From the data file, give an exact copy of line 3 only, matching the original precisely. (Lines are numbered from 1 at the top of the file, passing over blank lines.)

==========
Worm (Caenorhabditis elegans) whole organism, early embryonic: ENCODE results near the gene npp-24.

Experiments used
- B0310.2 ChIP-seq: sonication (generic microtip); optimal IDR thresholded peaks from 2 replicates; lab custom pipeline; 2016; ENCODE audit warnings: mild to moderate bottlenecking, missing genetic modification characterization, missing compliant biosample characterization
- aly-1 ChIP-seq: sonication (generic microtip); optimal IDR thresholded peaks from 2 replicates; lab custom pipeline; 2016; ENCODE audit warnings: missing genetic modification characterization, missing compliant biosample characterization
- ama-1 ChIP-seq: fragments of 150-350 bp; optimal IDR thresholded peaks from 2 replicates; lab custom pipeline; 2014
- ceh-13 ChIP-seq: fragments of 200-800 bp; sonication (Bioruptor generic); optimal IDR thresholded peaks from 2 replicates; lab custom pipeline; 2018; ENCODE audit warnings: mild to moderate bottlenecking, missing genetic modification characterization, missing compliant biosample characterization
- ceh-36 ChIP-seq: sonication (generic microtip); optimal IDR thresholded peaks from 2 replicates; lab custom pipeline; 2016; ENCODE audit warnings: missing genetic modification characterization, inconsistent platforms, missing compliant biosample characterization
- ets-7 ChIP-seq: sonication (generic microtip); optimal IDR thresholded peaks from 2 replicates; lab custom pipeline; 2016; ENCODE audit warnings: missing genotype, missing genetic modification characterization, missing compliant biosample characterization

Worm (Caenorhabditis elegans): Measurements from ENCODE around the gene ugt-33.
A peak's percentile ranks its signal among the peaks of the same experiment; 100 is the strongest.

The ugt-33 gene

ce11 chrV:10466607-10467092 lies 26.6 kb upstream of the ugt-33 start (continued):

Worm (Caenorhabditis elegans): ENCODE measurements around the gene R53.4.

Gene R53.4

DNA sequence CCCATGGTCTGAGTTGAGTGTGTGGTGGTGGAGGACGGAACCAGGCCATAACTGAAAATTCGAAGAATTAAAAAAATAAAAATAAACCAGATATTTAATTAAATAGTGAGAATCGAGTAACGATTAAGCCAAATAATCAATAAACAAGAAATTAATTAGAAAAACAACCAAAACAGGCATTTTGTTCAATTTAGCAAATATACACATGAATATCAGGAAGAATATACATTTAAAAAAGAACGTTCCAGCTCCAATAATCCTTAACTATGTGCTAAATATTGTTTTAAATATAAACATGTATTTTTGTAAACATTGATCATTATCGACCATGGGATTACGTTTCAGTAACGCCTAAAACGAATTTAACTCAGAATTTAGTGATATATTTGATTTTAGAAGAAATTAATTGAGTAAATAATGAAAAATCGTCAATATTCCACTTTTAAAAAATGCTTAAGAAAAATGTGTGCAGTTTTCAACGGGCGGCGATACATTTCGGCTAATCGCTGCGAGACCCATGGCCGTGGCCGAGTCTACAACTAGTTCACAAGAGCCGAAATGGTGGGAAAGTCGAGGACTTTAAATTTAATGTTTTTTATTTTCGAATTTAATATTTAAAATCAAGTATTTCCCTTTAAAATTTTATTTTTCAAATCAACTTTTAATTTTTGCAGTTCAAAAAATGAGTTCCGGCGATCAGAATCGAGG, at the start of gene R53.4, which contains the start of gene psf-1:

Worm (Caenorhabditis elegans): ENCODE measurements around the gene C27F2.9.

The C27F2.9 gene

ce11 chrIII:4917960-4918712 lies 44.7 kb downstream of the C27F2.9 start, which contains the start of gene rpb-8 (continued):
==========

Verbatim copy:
- B0310.2 ChIP-seq: sonication (generic microtip); optimal IDR thresholded peaks from 2 replicates; lab custom pipeline; 2016; ENCODE audit warnings: mild to moderate bottlenecking, missing genetic modification characterization, missing compliant biosample characterization